A new scam, targeted at non-profits, attempts to install malicious software when you do a Google search
Before it was flagged and removed, one of the most successful apps on Google Play for over a week was an "antivirus" app that did nothing other than change an image.
A woman scammed hundreds of people out of hundreds of thousands of pounds by offering cheap iPads she couldn't deliver.
Screenshots uploaded with apps will be locked in place after app approval, preventing developers from swapping out images for other games.
Security firm Symantec says these fraudulent Android apps are using a one-click method, tricking Japanese-language porn lovers into registering for a paid service that doesn't exist.
Hackers have discovered a way to steal in-app purchases from iPhone and iPad apps, according to UK-based developer.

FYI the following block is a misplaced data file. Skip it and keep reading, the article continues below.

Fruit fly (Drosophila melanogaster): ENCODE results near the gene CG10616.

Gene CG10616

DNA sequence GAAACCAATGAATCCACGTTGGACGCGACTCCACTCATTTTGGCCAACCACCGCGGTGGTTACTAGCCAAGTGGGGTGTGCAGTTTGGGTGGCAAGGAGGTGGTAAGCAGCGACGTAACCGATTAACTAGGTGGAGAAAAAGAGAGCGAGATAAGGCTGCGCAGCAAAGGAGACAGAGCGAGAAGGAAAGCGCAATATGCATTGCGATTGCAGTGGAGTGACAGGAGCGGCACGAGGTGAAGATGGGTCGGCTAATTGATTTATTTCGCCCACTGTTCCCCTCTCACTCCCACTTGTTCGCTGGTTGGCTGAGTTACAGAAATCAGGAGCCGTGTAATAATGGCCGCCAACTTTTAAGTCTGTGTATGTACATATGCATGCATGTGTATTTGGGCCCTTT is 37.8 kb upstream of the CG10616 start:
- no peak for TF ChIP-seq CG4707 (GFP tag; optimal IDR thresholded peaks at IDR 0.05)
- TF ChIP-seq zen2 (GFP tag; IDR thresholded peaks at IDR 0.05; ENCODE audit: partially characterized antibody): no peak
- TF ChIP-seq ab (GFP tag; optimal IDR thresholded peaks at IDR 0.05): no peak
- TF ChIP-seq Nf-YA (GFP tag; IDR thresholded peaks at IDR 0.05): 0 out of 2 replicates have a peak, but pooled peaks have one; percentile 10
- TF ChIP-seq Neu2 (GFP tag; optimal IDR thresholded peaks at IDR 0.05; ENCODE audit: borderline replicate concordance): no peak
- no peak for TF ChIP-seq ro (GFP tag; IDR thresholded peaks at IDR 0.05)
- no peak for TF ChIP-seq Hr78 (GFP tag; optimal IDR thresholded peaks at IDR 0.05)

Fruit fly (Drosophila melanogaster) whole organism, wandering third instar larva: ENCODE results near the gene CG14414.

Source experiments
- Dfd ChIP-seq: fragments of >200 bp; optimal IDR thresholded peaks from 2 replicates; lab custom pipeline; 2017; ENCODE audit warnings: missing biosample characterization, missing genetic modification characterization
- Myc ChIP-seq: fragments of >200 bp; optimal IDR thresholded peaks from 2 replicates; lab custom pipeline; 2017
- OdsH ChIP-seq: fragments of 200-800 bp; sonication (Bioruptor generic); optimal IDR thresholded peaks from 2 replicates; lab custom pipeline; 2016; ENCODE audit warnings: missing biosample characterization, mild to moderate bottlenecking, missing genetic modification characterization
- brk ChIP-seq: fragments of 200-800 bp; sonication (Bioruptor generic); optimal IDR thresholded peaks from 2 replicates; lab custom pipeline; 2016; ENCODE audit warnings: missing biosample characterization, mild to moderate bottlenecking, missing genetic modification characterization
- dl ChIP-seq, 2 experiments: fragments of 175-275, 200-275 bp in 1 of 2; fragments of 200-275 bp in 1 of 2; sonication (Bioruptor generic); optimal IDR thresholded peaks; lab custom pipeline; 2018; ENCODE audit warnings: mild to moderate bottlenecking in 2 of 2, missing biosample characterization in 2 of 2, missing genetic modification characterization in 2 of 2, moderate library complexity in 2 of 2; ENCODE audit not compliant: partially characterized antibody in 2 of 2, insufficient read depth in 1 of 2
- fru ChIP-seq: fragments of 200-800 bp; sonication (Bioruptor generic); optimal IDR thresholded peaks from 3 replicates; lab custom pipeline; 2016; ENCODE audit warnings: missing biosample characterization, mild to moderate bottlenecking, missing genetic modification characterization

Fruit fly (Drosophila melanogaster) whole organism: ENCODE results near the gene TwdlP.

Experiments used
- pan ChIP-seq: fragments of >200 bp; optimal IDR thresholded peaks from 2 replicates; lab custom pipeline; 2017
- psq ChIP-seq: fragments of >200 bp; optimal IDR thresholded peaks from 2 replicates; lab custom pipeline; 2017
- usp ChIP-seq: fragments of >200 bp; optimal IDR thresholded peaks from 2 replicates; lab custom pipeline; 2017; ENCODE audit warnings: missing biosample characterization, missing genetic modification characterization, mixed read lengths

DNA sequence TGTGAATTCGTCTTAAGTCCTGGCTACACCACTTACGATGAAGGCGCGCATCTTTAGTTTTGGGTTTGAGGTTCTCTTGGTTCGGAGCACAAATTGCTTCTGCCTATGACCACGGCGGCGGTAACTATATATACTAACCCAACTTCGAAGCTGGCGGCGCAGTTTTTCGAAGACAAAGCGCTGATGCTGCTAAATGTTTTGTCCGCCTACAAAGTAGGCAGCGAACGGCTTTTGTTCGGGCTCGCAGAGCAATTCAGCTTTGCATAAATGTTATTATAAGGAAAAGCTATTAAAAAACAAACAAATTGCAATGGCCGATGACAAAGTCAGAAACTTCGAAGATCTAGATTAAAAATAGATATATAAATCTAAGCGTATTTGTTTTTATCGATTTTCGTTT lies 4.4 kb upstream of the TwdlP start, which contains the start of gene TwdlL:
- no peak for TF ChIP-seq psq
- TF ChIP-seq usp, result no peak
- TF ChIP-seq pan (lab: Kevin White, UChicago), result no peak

There are certain words that online scammers use to suck the unsuspecting into their scams. "Acai" is one. "Mango" is another. A new study also suggests that Americans are generally more susceptible to scams than they'll admit.
New social network Google+ is already the subject of a spam campaign that leads unwitting recipients to an online vendor of Viagra.
The company is involved in at least two suits with upcoming developments. In one, it sues a competitor. In another, a plaintiff alleges he was ousted as a co-founder.
Departing CEO Anu Shukla says the offers-and-surveys company has been hunting for a new chief exec for "many months," but the timing is a little suspect considering recent media scrutiny of its business model.